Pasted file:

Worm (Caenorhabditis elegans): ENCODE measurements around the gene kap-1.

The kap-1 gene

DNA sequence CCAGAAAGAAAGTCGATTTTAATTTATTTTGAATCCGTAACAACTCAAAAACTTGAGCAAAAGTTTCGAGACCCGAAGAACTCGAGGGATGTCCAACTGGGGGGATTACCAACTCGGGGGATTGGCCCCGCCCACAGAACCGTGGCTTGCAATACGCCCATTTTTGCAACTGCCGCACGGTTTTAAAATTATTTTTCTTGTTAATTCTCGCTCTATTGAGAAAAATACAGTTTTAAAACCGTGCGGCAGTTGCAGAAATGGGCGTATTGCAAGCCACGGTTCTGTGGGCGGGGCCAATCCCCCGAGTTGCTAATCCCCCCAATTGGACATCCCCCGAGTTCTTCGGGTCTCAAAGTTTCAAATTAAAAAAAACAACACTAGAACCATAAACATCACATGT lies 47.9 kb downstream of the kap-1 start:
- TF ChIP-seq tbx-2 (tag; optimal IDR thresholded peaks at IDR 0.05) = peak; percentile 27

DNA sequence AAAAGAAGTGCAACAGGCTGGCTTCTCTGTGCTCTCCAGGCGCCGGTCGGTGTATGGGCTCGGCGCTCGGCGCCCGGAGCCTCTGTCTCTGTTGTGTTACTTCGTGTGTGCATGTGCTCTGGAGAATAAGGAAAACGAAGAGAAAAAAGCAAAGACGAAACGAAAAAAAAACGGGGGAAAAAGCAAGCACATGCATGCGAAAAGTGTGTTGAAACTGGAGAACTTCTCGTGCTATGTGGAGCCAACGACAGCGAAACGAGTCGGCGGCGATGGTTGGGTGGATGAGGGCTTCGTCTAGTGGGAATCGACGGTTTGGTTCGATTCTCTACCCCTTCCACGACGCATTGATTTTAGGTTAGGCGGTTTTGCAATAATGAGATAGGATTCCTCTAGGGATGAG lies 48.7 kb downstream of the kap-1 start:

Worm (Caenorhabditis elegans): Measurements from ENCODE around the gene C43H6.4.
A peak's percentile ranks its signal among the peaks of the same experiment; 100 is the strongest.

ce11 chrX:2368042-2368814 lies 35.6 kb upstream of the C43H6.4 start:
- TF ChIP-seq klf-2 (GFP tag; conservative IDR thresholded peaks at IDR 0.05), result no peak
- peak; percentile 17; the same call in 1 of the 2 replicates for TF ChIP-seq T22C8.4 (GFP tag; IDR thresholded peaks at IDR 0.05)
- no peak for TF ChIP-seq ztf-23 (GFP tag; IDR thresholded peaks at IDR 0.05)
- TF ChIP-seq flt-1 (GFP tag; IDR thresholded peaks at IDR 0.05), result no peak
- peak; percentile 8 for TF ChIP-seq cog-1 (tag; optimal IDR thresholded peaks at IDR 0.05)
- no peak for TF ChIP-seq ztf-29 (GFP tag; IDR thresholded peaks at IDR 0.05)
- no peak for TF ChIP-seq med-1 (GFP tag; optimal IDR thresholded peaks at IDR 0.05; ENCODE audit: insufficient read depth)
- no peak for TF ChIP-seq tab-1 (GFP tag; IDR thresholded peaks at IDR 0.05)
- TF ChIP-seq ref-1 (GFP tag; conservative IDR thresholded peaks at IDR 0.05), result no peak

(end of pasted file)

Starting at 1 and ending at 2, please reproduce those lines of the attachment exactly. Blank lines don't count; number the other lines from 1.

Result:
Worm (Caenorhabditis elegans): ENCODE measurements around the gene kap-1.

The kap-1 gene